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Will HDTVs Be Intel Atom-Powered?

We're all familiar with Intel's tiny, low-power Atom CPU—without it the netbook revolution probably wouldn't have happened. But Intel has just pulled the covers off its next-gen Atom system on a chip, and it has a new target device: Your TV.

The little sliver of silicon, metal, and plastic we're talking about is the Atom CE4100, unveiled this week at the Intel Developer Forum. Formerly codenamed Sodaville, it's the first 45nm consumer electronics system on a chip based on Intel microarchitectures. If that doesn't tingle your geek nerves, then know this: the Atom CE4100 is capable of decoding two 1080p high-definition video streams simultaneously and putting out Dolby 7.1 audio while drawing a relatively tiny 7 to 9 watts of power. 

By touting the chip's twin HDTV-feed powers, Intel is sending a clear signal that they're aiming the Atom at a new set of devices—possibly leaving its nascent CULV chips to power the next tranche of netbook PCs. Intel has even built in a specific software framework, the "Widget Channel," to support on-TV net-connected widgets right into the package design.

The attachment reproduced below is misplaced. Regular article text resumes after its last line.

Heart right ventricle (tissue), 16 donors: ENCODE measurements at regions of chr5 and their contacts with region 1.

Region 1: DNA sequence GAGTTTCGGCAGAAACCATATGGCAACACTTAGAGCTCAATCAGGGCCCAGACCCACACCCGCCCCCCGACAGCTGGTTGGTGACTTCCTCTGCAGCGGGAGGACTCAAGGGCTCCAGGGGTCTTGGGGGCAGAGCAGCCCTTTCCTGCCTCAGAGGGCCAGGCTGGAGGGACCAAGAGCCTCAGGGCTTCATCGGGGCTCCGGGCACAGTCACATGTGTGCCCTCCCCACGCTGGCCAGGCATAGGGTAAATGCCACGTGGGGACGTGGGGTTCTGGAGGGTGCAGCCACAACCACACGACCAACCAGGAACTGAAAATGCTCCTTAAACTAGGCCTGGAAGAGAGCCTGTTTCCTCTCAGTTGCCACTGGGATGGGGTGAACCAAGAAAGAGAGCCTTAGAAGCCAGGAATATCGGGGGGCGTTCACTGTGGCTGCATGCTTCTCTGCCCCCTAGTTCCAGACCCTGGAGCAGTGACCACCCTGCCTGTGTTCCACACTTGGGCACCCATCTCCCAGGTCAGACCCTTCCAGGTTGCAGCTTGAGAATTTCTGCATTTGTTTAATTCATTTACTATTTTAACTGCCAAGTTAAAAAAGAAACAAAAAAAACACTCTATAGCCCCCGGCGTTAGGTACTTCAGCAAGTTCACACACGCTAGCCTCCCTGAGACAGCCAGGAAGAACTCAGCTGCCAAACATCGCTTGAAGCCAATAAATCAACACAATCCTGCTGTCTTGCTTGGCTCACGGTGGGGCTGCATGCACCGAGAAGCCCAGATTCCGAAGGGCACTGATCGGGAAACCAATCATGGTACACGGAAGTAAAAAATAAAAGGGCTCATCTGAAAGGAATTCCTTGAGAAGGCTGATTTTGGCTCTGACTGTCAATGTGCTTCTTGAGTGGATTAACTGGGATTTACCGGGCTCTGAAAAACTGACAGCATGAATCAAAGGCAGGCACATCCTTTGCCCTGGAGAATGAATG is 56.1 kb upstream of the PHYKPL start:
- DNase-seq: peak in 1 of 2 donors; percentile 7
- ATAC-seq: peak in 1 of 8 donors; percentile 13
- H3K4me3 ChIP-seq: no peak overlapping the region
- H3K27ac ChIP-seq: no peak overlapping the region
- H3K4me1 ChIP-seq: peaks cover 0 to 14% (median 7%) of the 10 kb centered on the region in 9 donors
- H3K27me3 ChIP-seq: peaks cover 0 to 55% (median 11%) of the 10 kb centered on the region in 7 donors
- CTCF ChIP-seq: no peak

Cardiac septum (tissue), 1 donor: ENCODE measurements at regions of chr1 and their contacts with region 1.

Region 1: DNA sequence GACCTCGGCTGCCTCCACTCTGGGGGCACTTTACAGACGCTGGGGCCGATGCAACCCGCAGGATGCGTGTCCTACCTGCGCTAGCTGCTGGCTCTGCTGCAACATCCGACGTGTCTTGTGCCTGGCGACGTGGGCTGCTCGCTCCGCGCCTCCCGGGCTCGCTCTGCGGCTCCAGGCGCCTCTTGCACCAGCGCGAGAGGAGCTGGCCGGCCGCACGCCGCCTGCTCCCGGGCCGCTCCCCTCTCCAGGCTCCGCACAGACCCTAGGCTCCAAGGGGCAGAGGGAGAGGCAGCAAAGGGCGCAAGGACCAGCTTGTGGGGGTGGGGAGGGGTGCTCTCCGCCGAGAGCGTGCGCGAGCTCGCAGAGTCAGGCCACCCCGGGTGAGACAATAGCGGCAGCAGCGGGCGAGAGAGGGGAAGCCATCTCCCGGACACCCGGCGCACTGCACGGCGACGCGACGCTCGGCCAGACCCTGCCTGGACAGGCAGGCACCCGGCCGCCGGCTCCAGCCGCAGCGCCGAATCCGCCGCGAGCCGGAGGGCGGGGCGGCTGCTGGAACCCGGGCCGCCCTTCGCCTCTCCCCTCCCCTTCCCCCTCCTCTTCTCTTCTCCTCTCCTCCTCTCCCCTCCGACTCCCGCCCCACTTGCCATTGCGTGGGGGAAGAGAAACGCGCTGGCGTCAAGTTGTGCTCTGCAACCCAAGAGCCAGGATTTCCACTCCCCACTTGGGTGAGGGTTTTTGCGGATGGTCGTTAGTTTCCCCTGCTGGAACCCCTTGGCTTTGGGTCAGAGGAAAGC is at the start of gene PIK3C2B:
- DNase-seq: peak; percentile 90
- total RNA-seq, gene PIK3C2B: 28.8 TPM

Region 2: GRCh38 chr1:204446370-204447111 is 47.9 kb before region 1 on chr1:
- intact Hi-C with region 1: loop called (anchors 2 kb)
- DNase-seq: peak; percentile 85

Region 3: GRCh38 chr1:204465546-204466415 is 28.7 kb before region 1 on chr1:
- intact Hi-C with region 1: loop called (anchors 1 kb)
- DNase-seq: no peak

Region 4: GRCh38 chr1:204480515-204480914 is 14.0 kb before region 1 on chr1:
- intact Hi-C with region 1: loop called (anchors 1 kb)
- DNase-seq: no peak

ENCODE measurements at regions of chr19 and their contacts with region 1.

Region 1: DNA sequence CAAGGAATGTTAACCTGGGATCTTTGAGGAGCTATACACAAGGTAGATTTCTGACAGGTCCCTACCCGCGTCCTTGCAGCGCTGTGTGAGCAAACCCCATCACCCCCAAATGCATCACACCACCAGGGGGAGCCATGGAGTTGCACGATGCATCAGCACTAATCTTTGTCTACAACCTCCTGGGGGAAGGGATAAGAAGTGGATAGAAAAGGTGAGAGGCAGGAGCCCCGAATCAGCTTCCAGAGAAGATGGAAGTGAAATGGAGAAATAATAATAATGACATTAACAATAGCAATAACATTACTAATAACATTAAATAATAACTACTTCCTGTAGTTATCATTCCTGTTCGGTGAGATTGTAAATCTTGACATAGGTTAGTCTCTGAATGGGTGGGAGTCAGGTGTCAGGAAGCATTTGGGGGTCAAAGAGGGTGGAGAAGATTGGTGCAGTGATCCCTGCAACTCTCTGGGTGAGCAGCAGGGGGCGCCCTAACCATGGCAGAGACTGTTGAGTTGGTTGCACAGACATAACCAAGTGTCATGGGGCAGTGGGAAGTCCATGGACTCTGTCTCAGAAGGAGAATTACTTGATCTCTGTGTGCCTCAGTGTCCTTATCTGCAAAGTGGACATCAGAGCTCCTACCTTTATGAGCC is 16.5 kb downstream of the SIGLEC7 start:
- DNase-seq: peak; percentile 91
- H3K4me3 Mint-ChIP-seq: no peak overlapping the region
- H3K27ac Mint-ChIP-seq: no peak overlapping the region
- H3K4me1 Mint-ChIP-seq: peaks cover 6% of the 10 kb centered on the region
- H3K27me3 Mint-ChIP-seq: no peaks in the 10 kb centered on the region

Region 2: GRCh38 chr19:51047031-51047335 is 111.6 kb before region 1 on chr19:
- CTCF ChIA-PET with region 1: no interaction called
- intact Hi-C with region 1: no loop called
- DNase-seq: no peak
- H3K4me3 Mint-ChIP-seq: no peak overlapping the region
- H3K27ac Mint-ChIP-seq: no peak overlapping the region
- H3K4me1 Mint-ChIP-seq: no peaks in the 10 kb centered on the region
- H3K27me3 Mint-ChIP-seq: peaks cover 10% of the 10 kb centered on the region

Clearly Intel is targeting the new Atom to be the engine behind next-gen Internet-enabled TVs—or at least future home-theater PC systems. The head of the Digital Home group, Eric Kim, has noted that consumers repeatedly ask for TVs to be simple: "Don't make my TV act like a PC," they say.

TV is a perfect target for Intel: We keep hearing next-gen televisions will be web- and widget-enabled (though we hope the UI is consistently better than the recent failed Twitter-TV experiment). The chip itself is relatively low powered, and the cost is low enough that it won't add significantly to the cost of the TV units. The low energy consumption could even obviate the need for a fan—imagine watching CSI or American Idol while a fan whirs away in the background.

Dare we speculate that the focus on the twin HDTV feed is a code? Does Intel think the CE4100 is ready for the promised 3-D TV explosion, given that a stereoscopic signal is needed to deliver a 3-D experience?

[via BBC, WindowsForDevices]